So, why did Congress claim they gave filers an additional month to meet their civil obligation? FORM 1040 HAD BECOME TO DANG COMPLICATED.  A secondary reason (which may be the primary reason if the concern for voting taxpayers was feigned) for changing the due date is that the IRS was overwhelmed by the growing number of returns filed. Employees needed additional processing time before the law required Congress to pay interest on refunds.

But, if we accept the premise that Congress cared about voters and changed the due date from March to April 15th due to increased complexity, why has the date remained the same for 60+ years? Considering: 1) the exponentially higher difficulty of today’s tax return vs. 1955’s and 2) The current state of the Internal Revenue Service (if you haven't noticed, let me tell you - it’s a mess), why hasn’t the April 15th due date changed to June or July?  Why hasn’t the IRS worked to dispel these extension myths and promote its role in reducing fraud, errors, and the need for amending returns?

These are legitimate questions.  Until they are answered, all we can do is educate filers about the importance of filing extensions and draw the following conclusion:  

Conclusion - Change the Date! In 1955, Form 1040’s due date was changed from March 15th to April 15th because of the burden complexity placed on filers and IRS employees. Let’s put this burden into perspective. In 1939, the entire US tax code was 504 pages long. By 1955, it had grown to roughly 14,000 pages. Form 1040, including all schedules, was four pages long, plus an additional form for business owners and farmers. By 2014 (nearly a decade ago), the US tax Code had grown by over 500% since 1955 to over 70,000 pages!  According to the Tax Foundation, the code now contains over 1 million words.  For perspective, the King James Bible contains 788,280 words, Tolstoy's War and Peace has 560,000 words, and the ENTIRE Harry Potter Series has just over a million.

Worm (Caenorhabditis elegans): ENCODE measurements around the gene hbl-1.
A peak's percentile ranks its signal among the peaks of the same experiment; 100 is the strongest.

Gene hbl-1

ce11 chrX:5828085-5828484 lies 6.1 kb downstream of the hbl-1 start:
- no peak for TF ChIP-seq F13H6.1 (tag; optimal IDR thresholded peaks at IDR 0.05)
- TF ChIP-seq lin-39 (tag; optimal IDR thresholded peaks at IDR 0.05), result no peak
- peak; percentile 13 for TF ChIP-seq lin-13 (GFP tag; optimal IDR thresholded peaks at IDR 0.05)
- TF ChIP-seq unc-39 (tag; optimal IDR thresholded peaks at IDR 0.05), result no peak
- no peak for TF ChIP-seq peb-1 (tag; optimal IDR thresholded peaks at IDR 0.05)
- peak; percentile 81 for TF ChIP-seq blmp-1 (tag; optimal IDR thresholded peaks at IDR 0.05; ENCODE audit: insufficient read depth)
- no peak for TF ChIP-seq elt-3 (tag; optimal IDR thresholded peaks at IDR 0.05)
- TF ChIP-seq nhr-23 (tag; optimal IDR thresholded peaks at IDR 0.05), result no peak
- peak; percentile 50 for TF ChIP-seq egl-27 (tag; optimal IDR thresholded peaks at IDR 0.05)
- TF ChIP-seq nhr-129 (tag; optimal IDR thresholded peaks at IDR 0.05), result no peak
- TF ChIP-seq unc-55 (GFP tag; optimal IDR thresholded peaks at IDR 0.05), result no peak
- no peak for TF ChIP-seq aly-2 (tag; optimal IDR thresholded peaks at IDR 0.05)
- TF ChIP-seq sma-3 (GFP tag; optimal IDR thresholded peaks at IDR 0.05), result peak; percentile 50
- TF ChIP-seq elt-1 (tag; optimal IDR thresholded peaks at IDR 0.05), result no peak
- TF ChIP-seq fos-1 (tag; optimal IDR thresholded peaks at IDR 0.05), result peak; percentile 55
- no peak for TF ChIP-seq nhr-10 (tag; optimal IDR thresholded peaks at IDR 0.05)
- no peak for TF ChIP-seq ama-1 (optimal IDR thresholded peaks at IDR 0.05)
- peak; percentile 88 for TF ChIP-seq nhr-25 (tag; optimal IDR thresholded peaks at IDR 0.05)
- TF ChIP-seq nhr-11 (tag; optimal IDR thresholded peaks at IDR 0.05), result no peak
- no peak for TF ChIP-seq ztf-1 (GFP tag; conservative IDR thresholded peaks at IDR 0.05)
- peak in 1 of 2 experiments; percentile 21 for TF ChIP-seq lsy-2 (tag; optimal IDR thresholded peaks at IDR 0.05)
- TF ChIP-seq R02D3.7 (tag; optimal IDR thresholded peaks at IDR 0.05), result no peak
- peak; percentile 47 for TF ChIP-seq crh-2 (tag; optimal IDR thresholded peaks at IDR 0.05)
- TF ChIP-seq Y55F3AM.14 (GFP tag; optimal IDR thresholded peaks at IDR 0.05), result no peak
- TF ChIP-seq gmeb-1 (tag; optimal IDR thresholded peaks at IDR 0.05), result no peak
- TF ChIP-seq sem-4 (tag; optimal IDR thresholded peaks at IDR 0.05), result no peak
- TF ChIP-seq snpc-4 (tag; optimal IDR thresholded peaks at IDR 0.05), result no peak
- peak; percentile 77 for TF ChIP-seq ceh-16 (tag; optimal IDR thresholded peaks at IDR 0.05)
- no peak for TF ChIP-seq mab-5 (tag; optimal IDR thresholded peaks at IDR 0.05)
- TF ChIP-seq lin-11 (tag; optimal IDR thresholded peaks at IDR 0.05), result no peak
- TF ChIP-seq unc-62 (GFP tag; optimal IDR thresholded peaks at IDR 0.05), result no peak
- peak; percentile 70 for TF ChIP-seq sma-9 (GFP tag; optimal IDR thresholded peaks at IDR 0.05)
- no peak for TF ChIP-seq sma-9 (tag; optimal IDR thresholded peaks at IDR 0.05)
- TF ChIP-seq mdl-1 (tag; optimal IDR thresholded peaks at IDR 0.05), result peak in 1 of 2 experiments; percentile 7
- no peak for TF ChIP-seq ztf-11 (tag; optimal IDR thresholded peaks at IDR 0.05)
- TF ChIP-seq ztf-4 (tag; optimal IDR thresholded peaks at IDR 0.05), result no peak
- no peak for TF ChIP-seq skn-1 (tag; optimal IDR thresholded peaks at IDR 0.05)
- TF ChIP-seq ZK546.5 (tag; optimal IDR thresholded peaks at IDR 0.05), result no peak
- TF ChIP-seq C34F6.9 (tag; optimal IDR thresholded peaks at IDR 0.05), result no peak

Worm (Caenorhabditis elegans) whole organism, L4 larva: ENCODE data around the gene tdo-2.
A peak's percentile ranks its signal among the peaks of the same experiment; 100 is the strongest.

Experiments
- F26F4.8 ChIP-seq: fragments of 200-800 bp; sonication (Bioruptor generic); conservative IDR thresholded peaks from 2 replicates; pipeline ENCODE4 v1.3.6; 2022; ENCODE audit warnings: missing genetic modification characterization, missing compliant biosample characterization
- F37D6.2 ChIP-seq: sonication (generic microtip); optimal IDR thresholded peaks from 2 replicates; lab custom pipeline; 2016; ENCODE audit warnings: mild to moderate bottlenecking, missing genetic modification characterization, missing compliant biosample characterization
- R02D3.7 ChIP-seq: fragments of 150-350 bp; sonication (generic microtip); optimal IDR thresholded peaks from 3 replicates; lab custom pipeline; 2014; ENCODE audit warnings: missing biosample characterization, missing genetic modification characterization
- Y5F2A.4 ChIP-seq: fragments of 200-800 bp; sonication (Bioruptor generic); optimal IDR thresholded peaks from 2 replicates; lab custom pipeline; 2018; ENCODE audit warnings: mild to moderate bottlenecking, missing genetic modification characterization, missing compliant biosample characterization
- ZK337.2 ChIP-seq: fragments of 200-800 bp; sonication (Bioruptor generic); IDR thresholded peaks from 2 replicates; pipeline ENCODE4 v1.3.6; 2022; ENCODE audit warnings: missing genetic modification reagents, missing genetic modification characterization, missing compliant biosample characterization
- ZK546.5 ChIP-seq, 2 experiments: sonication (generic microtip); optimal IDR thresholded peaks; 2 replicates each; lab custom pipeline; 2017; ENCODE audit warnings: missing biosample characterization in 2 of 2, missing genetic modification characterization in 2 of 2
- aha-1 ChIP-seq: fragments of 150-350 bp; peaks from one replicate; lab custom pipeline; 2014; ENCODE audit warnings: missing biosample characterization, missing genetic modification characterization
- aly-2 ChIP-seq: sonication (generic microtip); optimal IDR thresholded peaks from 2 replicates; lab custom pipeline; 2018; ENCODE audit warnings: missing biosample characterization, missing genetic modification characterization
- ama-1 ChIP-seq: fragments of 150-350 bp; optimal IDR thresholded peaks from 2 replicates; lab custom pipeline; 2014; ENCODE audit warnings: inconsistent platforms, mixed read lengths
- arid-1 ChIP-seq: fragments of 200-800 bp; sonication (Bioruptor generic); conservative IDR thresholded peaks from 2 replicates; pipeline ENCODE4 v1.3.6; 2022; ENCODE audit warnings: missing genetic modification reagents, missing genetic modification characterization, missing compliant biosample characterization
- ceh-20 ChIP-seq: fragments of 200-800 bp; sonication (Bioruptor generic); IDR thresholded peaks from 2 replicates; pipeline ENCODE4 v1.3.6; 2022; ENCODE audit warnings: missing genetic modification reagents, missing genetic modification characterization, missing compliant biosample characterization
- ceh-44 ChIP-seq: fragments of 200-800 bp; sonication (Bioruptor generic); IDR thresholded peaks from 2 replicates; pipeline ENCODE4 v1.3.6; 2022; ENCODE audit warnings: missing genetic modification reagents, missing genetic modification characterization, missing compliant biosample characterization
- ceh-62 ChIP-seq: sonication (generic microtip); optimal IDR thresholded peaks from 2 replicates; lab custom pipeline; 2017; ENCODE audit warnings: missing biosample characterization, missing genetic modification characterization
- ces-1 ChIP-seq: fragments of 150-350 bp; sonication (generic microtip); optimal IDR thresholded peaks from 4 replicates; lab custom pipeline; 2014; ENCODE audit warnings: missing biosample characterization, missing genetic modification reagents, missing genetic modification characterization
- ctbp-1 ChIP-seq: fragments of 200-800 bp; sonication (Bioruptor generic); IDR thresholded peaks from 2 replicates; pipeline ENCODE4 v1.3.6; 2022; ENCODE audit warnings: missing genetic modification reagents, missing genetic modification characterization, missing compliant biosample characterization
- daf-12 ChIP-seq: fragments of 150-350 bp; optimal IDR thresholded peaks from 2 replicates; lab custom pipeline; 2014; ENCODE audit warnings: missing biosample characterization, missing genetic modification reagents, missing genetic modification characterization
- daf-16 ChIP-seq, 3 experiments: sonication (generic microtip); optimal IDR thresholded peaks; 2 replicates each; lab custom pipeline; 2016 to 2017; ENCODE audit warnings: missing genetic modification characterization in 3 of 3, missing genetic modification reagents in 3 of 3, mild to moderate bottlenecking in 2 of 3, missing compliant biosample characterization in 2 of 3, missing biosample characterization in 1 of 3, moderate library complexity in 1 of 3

If you're a visual learner, the following graph (also borrowed from the tax Foundation)  may help illustrate the growing burden Congress has placed on taxpayers and the tax-pro community.  Note - The graph itself is over a decade old! 


Common sense, fairness, and effective tax administration all point to one conclusion: The April 15th deadline no longer makes sense and needs to change. I’ll let Congress haggle about the exact date, but June 15th has a nice ring. Until then, I hope my efforts have helped readers understand that filing an extension is the easiest way to cope with this antiquated and arbitrary date. They are nothing to fear and provide a mountain of benefits with minimal downside.

All courses and articles are for informational purposes only and do not constitute tax advice. Taxes are complicated - do not act on course information without consulting a professional. Always refer to treasury regulation before making any tax decision. Read the full disclaimer.